Resurrected Living
"What are you going to do with your new resurrected life? This is the heroic question." Richard Rohr

Steve Jobs 1955-2011

I thought some of the most fitting words on the death of Steve Jobs came from our president who said, “The world has lost a visionary. And there may be no greater tribute to Steve’s success than the fact that much of the world learned of his passing on a device he invented.” What the president said is true.  I was one of those individuals who learned about the tragic loss of Steve Jobs on my iPhone.  After returning home from church services I went to check my iPhone before turning on the TV or opening the computer.  It was there on Twitter that I learned the sad news.  Some have feared (and rightly so) that technology has the potential of taking away a much needed human connection with others in society, but that was certainly not the case last night.  It was amazing to see the outpouring of emotion on Twitter in response to the loss of someone who changed all our lives.  Last night, while on my iPhone, I did not feel separated from humanity, but I felt drawn together as we shared our grief.

For those who do not understand why the loss of Steve Jobs is such a big deal there is probably little I can say to convince you.  I will leave it to others to detail the many innovations Jobs has contributed to our society.  I will say that Steve Jobs understood what technology can do for the individual better than anyone else.  That was his genius.  He thought in terms of what technology can do for us, and was always looking for ways to improve his product.  Many people get into business to make money, and Steve Jobs certainly made plenty of that, but that was not his purpose.  You can make money on a shoddy product, but Jobs was always looking to make the best product possible.  He was a perfectionist who never settled for 2nd best.

Steve Jobs not only made products that worked well, but he also made products that appeal to our senses.  He showed how the devices we own can be a form of art, much like classic cars are now viewed as an art form.  After Jobs returned to Apple they released the iMac. At this point in time Apple was not a major name in computers, but all you had to do is see a picture or commercial of this colorful, egg shaped computer and you wanted one.  It looked different than any other computer available.  People would later discover that Apple computers work better than any other computer available.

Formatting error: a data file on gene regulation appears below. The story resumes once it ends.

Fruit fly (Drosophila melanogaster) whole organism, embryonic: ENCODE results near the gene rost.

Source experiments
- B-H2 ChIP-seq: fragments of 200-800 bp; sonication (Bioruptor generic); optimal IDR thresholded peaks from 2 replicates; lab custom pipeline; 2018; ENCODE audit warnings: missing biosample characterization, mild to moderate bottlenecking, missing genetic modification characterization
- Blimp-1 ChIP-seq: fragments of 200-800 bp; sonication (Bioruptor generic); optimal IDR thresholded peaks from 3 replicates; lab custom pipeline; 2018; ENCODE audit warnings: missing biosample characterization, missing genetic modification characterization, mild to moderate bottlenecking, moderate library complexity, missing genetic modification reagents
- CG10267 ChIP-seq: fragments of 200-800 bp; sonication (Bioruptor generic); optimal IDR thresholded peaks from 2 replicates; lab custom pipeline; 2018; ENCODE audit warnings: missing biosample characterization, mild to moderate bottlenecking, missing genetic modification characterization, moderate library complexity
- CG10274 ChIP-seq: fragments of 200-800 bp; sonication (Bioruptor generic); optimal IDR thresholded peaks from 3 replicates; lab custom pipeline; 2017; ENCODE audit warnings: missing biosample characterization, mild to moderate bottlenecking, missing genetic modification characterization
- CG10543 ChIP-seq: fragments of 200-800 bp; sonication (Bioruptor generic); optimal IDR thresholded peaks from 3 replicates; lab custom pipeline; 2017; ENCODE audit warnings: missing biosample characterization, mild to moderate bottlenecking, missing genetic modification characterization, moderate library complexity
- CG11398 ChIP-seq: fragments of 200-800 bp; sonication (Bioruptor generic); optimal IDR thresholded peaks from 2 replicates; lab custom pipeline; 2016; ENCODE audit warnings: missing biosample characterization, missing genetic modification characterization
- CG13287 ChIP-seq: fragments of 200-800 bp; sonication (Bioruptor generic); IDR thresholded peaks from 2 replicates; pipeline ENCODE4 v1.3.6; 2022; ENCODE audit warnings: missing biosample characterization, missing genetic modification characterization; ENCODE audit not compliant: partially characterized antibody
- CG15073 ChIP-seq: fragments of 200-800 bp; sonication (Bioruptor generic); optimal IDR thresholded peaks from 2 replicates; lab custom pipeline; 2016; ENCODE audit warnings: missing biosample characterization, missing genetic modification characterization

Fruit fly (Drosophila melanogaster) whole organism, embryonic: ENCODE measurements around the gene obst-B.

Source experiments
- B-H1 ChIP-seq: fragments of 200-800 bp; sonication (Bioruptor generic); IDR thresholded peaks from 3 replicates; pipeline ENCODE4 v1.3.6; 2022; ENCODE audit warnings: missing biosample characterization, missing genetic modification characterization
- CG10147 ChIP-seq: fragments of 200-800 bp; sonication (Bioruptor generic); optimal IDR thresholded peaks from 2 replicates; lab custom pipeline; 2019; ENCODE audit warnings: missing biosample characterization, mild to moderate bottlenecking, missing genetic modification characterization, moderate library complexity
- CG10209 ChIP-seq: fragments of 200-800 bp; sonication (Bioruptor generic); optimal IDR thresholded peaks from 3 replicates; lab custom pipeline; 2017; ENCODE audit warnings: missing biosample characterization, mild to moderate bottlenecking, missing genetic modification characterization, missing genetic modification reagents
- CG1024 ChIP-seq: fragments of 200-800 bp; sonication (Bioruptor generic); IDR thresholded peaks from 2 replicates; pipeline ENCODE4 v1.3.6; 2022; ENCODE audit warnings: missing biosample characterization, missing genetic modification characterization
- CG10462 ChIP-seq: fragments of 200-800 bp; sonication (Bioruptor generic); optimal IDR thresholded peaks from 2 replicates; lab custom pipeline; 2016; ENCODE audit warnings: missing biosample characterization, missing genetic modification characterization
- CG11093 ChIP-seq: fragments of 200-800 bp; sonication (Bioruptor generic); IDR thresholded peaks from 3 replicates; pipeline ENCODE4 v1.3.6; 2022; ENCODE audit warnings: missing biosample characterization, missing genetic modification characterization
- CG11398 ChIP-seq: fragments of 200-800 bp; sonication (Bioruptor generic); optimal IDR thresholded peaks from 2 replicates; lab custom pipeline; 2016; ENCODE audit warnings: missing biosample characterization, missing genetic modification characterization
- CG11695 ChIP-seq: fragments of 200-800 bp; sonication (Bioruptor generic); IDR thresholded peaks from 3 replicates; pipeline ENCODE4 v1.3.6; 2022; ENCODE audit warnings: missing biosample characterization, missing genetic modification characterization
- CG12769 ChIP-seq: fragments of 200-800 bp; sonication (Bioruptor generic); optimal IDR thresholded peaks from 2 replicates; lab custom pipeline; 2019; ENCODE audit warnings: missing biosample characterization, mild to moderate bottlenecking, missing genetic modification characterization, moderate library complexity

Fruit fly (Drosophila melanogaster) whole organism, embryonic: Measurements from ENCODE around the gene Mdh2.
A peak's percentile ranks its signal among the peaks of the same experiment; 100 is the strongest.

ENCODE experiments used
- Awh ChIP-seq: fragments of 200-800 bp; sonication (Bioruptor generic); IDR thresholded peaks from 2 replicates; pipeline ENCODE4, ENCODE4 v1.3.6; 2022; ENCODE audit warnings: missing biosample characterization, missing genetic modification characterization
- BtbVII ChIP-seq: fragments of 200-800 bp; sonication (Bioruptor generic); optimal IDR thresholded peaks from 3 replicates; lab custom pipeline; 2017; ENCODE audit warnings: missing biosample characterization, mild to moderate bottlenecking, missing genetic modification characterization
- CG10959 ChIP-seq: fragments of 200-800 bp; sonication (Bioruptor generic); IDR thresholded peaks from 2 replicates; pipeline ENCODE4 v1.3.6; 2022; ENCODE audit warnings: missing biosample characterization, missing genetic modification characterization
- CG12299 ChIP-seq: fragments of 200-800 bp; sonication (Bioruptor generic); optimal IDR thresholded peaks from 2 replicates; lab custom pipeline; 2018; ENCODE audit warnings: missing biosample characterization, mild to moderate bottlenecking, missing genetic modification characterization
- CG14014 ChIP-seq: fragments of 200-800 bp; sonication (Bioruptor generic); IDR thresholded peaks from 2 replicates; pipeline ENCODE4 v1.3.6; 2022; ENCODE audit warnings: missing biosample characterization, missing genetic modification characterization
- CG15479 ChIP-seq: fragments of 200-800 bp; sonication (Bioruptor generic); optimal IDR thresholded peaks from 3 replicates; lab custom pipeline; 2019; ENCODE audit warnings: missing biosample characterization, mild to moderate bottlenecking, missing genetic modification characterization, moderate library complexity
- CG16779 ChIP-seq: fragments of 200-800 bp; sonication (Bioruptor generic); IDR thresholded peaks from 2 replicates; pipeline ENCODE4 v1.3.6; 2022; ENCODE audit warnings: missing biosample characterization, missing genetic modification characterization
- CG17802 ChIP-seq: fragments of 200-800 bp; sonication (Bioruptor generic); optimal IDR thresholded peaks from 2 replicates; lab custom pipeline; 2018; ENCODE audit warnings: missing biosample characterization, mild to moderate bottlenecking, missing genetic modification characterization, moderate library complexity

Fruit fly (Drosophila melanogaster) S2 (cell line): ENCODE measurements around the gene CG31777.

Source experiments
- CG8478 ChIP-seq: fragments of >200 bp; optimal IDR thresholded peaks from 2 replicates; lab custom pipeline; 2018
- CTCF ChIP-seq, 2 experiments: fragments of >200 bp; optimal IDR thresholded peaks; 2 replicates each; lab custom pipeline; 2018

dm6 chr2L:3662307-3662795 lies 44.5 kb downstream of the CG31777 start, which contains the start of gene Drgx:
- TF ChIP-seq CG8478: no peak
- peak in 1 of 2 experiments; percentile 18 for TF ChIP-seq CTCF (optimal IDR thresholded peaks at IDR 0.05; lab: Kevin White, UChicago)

There are some people who are ready to make Steve Jobs a saint, but he was not a Christian.  He was a Buddhist.  Although Jobs did not adhere to the Christian faith he did offer some great advice to society and sought to improve our way of life.  I would recommend that people listen or read his commencement speech at Stanford from 2005 to understand a little of who Jobs was.  At the end of the speech he addresses the subject of death, a subject many would probably avoid in a commencement speech.  He says, “Death is the destination we all share.  No one has ever escaped it…Your time is limited, so don’t waste it living someone else’s life.”  Jobs understood the value of being true and honest with oneself.

What Steve Jobs created was technology that has changed our way of living forever.  That technology is neither evil nor good, but it can be used for either. Because of the innovations of Steve Jobs we now have the ability to reach people with the gospel in ways we could have never fathomed before. Because of Steve Jobs I now have a Bible and many other study tools wherever I go. Because of Steve Jobs I now stay connected with many Christians around the world in ways that would have been impossible before. For these things and many others I am thankful for Steve Jobs and the life he lived.

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